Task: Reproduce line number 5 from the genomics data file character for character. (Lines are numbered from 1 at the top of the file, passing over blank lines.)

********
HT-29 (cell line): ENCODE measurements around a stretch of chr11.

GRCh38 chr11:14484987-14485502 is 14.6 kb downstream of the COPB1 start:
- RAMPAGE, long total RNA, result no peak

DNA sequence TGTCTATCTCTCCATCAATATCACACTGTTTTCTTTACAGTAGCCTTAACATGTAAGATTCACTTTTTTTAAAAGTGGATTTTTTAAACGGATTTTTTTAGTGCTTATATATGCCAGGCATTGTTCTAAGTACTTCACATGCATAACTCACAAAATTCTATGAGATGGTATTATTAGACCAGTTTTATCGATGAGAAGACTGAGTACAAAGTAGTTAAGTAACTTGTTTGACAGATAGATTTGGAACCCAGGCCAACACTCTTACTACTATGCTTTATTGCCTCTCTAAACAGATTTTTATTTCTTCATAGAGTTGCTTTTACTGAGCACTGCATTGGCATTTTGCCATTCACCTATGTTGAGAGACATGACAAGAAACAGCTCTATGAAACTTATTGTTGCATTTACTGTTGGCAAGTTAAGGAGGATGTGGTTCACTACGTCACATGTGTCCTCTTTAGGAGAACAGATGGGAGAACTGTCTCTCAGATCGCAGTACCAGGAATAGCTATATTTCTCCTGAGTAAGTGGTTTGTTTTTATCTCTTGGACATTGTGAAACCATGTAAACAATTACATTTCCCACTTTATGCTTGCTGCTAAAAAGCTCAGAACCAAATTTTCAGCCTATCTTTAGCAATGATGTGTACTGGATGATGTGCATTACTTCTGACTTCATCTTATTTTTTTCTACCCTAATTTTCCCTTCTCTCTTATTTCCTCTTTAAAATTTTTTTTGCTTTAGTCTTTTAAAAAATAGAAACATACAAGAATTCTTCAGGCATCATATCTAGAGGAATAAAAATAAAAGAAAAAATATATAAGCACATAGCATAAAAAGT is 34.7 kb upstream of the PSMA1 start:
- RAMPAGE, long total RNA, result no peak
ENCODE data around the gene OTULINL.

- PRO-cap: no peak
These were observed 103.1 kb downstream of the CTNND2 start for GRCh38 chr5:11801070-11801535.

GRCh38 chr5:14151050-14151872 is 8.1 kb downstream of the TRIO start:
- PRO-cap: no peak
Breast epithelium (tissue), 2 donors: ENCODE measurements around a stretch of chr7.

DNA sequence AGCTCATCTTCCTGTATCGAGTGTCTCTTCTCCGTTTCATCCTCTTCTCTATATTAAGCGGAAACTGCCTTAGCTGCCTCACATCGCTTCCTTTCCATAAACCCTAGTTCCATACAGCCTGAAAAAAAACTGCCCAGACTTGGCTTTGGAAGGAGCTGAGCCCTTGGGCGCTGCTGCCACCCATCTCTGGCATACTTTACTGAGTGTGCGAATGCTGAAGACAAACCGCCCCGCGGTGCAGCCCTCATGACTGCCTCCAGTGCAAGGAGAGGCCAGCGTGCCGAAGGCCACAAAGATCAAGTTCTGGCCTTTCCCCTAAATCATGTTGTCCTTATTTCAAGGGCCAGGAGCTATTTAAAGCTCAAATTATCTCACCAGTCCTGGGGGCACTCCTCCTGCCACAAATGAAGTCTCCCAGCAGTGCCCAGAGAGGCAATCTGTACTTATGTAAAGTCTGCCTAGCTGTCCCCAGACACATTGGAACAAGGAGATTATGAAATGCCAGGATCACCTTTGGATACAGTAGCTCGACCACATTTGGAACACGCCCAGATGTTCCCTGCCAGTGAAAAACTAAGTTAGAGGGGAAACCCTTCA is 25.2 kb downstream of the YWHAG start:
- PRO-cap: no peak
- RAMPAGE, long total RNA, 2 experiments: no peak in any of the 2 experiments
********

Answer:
- RAMPAGE, long total RNA, result no peak